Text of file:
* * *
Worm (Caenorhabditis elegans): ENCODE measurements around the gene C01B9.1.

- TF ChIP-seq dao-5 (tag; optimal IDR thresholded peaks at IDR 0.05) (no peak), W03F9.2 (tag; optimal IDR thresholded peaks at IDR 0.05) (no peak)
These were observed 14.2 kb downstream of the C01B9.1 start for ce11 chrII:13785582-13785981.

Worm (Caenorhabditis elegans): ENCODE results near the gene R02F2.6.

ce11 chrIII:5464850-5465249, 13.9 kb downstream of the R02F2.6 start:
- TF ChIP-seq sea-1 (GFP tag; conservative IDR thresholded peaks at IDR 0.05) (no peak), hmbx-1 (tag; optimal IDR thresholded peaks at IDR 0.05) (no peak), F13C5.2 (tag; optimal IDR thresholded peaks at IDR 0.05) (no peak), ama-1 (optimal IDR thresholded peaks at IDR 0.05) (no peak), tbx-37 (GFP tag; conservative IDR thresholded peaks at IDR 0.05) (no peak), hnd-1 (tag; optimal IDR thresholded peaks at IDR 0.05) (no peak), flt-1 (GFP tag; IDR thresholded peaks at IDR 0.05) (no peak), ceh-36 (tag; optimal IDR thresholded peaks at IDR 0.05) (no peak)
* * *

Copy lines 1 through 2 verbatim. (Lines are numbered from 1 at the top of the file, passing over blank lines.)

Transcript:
Worm (Caenorhabditis elegans): ENCODE measurements around the gene C01B9.1.

- TF ChIP-seq dao-5 (tag; optimal IDR thresholded peaks at IDR 0.05) (no peak), W03F9.2 (tag; optimal IDR thresholded peaks at IDR 0.05) (no peak)